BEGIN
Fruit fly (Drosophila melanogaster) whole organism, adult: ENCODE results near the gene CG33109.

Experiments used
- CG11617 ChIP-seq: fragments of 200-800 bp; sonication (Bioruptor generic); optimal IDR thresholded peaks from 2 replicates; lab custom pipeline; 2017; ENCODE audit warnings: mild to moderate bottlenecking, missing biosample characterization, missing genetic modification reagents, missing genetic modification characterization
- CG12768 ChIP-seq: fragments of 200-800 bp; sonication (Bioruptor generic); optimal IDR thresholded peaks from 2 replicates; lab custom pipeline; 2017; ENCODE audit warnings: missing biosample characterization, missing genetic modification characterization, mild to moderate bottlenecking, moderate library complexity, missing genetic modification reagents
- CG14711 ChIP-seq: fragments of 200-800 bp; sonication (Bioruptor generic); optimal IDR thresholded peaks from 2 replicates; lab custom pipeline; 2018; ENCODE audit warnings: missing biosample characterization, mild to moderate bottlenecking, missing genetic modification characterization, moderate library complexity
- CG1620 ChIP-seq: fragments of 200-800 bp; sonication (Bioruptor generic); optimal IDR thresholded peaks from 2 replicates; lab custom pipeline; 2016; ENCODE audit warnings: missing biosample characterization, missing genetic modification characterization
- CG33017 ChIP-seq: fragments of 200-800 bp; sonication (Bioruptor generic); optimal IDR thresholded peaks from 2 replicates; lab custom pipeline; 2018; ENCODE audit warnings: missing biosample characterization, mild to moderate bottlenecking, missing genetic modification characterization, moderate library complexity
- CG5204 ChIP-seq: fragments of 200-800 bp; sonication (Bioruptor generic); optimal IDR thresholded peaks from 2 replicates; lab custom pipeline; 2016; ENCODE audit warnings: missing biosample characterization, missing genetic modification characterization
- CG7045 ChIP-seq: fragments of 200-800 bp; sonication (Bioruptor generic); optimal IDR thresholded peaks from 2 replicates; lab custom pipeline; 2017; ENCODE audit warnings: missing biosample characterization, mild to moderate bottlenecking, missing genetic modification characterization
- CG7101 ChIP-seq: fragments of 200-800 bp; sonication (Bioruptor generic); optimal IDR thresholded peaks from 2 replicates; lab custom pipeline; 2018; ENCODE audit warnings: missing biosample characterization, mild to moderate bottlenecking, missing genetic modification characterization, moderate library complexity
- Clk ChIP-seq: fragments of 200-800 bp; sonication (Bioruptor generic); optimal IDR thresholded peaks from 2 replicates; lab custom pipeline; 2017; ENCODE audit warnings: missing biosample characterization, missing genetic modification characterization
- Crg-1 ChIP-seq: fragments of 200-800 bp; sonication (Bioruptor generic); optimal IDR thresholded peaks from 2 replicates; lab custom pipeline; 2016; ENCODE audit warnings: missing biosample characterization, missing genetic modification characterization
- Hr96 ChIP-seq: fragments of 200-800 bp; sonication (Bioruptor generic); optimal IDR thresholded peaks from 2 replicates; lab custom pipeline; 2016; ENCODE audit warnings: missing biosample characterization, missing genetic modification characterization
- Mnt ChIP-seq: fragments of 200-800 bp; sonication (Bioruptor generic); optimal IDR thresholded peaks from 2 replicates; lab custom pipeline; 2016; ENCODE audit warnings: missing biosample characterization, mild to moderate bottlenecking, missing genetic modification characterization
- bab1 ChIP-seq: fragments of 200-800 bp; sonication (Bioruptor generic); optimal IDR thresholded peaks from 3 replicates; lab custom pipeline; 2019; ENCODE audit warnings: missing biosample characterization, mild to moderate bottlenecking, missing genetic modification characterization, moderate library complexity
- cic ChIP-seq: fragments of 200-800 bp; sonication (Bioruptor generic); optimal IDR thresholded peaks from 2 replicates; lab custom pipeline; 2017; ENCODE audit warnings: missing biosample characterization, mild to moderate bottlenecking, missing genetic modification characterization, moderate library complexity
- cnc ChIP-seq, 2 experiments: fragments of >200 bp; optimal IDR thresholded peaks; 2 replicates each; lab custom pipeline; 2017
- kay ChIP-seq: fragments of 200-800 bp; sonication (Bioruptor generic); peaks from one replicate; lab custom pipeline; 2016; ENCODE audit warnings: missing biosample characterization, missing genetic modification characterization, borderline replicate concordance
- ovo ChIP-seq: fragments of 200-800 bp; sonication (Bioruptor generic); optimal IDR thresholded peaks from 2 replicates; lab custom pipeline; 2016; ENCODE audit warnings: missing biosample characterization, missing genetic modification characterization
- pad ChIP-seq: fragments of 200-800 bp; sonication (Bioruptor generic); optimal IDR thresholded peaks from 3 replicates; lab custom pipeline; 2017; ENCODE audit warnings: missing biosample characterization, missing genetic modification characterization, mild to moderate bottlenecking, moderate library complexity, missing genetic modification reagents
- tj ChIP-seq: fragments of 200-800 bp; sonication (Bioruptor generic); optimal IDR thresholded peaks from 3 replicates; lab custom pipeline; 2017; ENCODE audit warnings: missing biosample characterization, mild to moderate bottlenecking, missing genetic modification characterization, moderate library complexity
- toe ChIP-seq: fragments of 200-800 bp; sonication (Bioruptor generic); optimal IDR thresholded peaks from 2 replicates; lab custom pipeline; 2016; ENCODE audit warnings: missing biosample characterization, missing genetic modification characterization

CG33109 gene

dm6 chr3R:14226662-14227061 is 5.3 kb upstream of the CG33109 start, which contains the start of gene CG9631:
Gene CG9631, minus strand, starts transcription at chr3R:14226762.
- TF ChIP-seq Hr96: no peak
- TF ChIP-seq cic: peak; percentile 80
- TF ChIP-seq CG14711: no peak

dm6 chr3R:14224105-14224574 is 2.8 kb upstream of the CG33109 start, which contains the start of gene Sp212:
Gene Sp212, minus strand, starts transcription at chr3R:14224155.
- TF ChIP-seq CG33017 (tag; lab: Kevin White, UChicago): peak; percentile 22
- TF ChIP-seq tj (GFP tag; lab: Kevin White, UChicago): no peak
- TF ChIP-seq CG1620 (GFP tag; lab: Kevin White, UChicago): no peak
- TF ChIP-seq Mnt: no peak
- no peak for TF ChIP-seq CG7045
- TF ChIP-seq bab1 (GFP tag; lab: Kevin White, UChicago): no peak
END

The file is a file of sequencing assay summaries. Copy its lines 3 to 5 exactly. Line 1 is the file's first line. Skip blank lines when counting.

- CG11617 ChIP-seq: fragments of 200-800 bp; sonication (Bioruptor generic); optimal IDR thresholded peaks from 2 replicates; lab custom pipeline; 2017; ENCODE audit warnings: mild to moderate bottlenecking, missing biosample characterization, missing genetic modification reagents, missing genetic modification characterization
- CG12768 ChIP-seq: fragments of 200-800 bp; sonication (Bioruptor generic); optimal IDR thresholded peaks from 2 replicates; lab custom pipeline; 2017; ENCODE audit warnings: missing biosample characterization, missing genetic modification characterization, mild to moderate bottlenecking, moderate library complexity, missing genetic modification reagents
- CG14711 ChIP-seq: fragments of 200-800 bp; sonication (Bioruptor generic); optimal IDR thresholded peaks from 2 replicates; lab custom pipeline; 2018; ENCODE audit warnings: missing biosample characterization, mild to moderate bottlenecking, missing genetic modification characterization, moderate library complexity